The new post-pandemic reality is that people are equipped to work remotely at any time. Have you got your coffee or tea? Check. The dog walked? Check. Your young kids understand that mom/dad is busy and can’t be disturbed? Check (but it still won’t work).
You just logged into your personal laptop, your calendar, your company’s intranet, your project platform, and maybe a social media account or two. Unfortunately, today, you have a new work partner logged into your home Wi-Fi, watching you tap in passwords, waiting for something juicy and profitable.
Your IT expert at work is worried because they know your connection is likely not secure. They also know that the addition of each remote worker incrementally degrades security further.
To mitigate security breaches and ensure high availability, they layer security measures upon each other. Depending on the user’s behavior, that still might not be enough.
Start by asking these 6 security questions.
Securing A Remote Workspace
Security should start at home because it can bleed into work. When the company network fails, IT professionals react, fix it, then investigate the origins. If they discover the origin was you, working remotely may not be an option available to you anymore.
Educating yourself on how the security environment works is the first step in saving yourself this embarrassment.
1. Am I Protecting Sensitive Information?
The company portal has security that you don’t have at home. Transferring sensitive data to your machine through your Wi-Fi connection renders you and the company vulnerable.
Only store data to the cloud that you frequently access and avoid storing documents with sensitive personal information particularly passwords, credit card numbers, and intellectual property on free cloud services. Adequate security costs money.
Encryption is the key to protecting sensitive info transfer.
2. Is My Data Encrypted?
Using a third-party encryption application always helps, but when working remotely, Liquid Web automatically offers local encryption of your files when uploaded to the cloud.
Using strong encryption, SSL Certificates keep sites and sensitive data secure. Two excellent options are the universally trusted SSL certificate from GlobalSign, or the Fully Managed service offers Let’s Encrypt as a free, auto-renewing SSL solution.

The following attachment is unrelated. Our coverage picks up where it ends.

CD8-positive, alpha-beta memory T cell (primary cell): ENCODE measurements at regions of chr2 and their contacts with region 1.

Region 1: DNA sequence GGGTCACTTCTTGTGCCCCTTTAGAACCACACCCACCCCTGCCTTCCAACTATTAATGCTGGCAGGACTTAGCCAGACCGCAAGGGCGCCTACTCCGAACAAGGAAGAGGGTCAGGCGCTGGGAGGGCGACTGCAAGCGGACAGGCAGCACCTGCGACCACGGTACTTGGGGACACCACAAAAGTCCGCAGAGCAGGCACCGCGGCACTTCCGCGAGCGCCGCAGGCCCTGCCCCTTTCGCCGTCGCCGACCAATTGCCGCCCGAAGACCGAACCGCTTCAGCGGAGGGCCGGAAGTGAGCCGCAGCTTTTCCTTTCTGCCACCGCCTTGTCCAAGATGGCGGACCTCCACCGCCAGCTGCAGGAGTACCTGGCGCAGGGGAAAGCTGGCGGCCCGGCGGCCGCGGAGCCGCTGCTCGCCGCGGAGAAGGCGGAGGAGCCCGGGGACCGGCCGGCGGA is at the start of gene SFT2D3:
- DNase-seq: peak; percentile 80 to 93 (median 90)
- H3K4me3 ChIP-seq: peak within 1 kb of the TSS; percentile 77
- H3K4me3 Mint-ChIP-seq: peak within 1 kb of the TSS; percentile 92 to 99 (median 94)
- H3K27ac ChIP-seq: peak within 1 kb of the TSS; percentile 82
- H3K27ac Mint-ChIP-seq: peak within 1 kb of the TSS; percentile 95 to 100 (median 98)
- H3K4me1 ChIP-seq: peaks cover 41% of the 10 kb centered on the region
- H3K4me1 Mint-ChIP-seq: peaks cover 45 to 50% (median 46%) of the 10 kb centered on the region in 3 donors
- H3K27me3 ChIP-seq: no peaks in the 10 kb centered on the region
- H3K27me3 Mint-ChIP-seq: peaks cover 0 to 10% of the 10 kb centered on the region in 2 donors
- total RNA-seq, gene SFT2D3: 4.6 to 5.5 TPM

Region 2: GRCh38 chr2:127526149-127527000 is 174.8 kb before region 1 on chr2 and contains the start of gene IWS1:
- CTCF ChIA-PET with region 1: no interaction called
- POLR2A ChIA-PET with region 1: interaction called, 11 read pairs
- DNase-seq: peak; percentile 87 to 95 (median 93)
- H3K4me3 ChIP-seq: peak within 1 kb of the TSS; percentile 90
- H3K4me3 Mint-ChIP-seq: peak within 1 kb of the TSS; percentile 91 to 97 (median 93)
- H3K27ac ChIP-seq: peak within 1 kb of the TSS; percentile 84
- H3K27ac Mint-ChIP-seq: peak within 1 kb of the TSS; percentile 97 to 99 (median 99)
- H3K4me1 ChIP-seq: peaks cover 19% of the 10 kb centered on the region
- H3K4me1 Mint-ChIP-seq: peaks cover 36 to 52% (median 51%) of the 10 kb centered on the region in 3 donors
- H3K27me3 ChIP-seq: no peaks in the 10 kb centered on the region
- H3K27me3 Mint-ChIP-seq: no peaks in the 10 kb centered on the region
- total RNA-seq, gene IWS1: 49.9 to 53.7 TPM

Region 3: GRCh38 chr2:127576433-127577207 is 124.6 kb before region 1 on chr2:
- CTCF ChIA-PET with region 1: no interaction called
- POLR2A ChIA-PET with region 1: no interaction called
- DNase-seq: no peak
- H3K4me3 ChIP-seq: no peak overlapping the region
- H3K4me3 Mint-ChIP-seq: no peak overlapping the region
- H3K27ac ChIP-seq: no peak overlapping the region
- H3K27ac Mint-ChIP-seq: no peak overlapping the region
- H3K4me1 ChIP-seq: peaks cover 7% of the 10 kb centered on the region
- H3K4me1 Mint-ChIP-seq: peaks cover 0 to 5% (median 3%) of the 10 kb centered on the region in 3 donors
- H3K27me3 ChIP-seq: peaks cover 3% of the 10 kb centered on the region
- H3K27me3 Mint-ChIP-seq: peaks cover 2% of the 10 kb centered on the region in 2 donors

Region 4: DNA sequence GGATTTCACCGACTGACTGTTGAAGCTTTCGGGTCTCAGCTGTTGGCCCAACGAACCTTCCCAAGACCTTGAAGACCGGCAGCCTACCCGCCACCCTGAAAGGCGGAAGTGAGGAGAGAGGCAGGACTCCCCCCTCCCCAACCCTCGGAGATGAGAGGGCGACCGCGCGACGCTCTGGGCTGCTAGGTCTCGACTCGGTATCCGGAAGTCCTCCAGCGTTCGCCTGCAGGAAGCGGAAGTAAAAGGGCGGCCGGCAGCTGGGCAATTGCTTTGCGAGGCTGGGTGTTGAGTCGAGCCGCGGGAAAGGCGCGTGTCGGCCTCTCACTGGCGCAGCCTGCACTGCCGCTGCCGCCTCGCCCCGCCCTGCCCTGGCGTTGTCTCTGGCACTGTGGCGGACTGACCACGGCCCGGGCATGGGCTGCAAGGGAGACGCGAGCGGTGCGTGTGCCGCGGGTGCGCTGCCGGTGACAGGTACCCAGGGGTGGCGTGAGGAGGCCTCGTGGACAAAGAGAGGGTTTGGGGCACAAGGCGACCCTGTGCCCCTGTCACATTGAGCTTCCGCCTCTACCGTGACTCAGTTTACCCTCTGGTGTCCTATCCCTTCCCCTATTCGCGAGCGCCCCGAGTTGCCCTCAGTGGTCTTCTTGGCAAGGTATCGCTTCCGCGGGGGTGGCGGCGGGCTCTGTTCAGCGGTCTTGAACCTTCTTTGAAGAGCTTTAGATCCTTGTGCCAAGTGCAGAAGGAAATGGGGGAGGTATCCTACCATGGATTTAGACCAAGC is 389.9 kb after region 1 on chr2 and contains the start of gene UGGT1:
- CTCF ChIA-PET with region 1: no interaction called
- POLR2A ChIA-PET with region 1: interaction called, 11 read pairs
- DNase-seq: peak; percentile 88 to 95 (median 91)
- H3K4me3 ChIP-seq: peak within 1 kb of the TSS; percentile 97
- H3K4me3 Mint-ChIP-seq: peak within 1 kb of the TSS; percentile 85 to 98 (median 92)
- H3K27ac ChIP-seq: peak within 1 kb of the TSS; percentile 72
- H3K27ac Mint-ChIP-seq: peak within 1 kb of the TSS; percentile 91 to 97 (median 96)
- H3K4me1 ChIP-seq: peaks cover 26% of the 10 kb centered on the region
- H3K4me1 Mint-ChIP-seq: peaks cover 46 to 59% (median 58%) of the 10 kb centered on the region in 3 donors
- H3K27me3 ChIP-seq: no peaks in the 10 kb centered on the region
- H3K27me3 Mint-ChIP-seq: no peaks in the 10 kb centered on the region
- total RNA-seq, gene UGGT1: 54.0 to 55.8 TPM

3. How Do I Manage Passwords and MFA (Multi-Factor Authentication)?
The moment you start working from home, any IT professional will urge you to shift how you manage your passwords. Protect yourself and your organization by using complex personal passwords. You can create your own password algorithm, but changing them regularly can be a challenge.
The best way to secure yourself is to use a password service that secures, changes, and manages your passwords for you. It costs money, but consider it insurance for your reputation and personal data.
If it hasn’t already been implemented, your organization should consider multi-factor authentication (MFA) when transitioning to a full or partial remote work model. For example, confirming log-in credentials through an email or phone prompt. It only takes seconds, but it adds a layer that significantly improves security.
4. Am I Securely Backing Up My Data?
Backing up your system and data to a hard drive is always a good idea. That equipment should never leave your house. For redundancy purposes, backing up to the cloud is essential as long as the information is encrypted automatically by your cloud service.
Redundancy is an essential ingredient in a high availability environment. Liquid Web offers Acronis Cyber Backups for Dedicated Servers which provides incremental, differential, and full encrypted cloud backups, making it easy to customize a recovery plan. Backups are stored in a different data center from the server and offer a secure offsite backup solution. Distributing data across two or more drives in a RAID array allows for better performance, reliability, and more extensive data sets.
5. Do I Have Adequate VPN and Firewalls in Place?
Firewalls on most home computers are nice to have. However, if the user is prone to risky online behavior such as downloading random apps or opening email attachments from unknown sources, then those firewalls are, in the words of Sir Elton John, “like a candle in the wind.”
A layered approach, with Virtual Private Networks (VPN) and firewalls, protects your company’s data. By utilizing their own OS, Liquid Web’s hardware firewalls protect systems from incoming attacks, operating independently of the server(s), automatically blocking malware, such as Trojan horses, worms, and spyware.
A VPN offers an extra level of protection that potential attackers need to pass through. It extends geographic connectivity along a secure plane of communication, improving remote worker productivity and opening global networking opportunities.
6. Am I Working in a High Availability Environment?
The high availability environment involves a series of systems, many of which are mentioned here, to keep data safe and constantly available. Without high availability, your work can be interrupted at the most inopportune times, generally during periods with increased volume when high availability is most needed. All of the security measures, including yours, help retain this.
High availability protects servers, ensures uptime, and makes sure that workflow is retained across the organization.
Is My Remote Connection Secure?
Probably not, but as you can see, there are a few things that you can do to protect yourself and your employer from exposure.
Safely storing and backing up data, smarter password management, encryption, and the use of a VPN, along with being very careful with what you open or download, is going to make your IT Manager at work sleep better at night.